Outside the Ogilvie Bar there is a very rare print of Queen Victoria. This print is rare, not just because it is original, but also because after Prince Albert’s death, Victoria only ever wore black. Yet, in this picture she is wearing a navy blue dress. In addition to this rare print of an older Queen Victoria, there is also an original oil-on-canvas painting of a young Victoria in the Great Hall above the fireplace.
The historical link between Durn House and Queen Victoria is that the 6th Baronet of Dunbar, (the family who built Durn House), was minister to Queen Victoria at Crathie, a nearby small village in Aberdeenshire. The Dunbar baronetcy was created in 1698, as the family had earlier been illegally earlier of the Earldom of Dunbar. In the 17th century, the Earl was President of a border commission for the eradication of banditry and, in 1609, had presided over the mass hanging at Dumfries which "purged the border of malefactors, robbers and brigands and established lasting peace."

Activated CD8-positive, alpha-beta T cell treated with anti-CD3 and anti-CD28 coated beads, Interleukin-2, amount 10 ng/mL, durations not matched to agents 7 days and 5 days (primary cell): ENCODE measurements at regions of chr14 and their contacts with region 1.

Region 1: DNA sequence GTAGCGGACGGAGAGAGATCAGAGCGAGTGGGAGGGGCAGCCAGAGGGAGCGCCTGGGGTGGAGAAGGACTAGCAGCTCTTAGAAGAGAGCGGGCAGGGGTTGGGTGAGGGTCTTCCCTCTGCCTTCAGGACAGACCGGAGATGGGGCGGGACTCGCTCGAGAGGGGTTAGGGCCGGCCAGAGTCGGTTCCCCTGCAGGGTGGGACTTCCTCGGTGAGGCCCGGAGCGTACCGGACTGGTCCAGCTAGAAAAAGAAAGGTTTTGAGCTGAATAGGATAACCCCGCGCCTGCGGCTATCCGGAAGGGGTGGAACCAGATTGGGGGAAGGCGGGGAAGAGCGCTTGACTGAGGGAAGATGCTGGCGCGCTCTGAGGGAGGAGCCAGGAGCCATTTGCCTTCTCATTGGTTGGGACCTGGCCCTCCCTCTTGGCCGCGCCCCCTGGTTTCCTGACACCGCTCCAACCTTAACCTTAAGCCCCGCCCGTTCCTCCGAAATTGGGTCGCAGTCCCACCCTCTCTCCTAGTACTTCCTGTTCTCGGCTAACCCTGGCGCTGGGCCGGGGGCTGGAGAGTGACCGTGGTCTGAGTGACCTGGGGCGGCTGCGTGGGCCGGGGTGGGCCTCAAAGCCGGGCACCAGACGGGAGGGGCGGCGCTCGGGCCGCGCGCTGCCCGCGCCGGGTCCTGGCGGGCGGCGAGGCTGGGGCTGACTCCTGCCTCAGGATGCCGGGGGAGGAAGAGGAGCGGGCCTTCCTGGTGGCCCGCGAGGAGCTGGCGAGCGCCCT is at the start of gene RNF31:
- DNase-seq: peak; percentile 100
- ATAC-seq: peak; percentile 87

The Dunbar family is descended from John, 1st Earl of Moray, who, in the 14th century, married the daughter of the first Stuart King of Scotland, Robert II, and was himself a descendant of the Anglo-Saxon King Ethelred II: "The Unready".